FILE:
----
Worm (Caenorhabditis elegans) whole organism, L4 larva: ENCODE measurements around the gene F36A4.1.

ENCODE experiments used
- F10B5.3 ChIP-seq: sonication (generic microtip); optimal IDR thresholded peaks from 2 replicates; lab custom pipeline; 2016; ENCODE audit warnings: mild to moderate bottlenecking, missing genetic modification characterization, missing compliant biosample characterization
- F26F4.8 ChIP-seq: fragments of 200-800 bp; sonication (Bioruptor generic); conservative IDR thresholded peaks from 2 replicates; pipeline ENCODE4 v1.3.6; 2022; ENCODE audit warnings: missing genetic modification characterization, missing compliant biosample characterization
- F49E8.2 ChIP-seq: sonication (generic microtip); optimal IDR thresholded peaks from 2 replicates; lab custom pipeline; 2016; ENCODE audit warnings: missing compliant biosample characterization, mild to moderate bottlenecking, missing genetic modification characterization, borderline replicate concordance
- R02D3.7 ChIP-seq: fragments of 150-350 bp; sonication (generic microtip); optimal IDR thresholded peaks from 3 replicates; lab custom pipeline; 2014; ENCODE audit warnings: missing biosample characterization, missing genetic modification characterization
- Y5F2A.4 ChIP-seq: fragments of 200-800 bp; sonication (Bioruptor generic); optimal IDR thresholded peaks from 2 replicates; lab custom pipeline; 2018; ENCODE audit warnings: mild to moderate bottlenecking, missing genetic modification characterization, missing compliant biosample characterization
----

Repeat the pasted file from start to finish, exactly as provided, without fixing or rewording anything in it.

Worm (Caenorhabditis elegans) whole organism, L4 larva: ENCODE measurements around the gene F36A4.1.

ENCODE experiments used
- F10B5.3 ChIP-seq: sonication (generic microtip); optimal IDR thresholded peaks from 2 replicates; lab custom pipeline; 2016; ENCODE audit warnings: mild to moderate bottlenecking, missing genetic modification characterization, missing compliant biosample characterization
- F26F4.8 ChIP-seq: fragments of 200-800 bp; sonication (Bioruptor generic); conservative IDR thresholded peaks from 2 replicates; pipeline ENCODE4 v1.3.6; 2022; ENCODE audit warnings: missing genetic modification characterization, missing compliant biosample characterization
- F49E8.2 ChIP-seq: sonication (generic microtip); optimal IDR thresholded peaks from 2 replicates; lab custom pipeline; 2016; ENCODE audit warnings: missing compliant biosample characterization, mild to moderate bottlenecking, missing genetic modification characterization, borderline replicate concordance
- R02D3.7 ChIP-seq: fragments of 150-350 bp; sonication (generic microtip); optimal IDR thresholded peaks from 3 replicates; lab custom pipeline; 2014; ENCODE audit warnings: missing biosample characterization, missing genetic modification characterization
- Y5F2A.4 ChIP-seq: fragments of 200-800 bp; sonication (Bioruptor generic); optimal IDR thresholded peaks from 2 replicates; lab custom pipeline; 2018; ENCODE audit warnings: mild to moderate bottlenecking, missing genetic modification characterization, missing compliant biosample characterization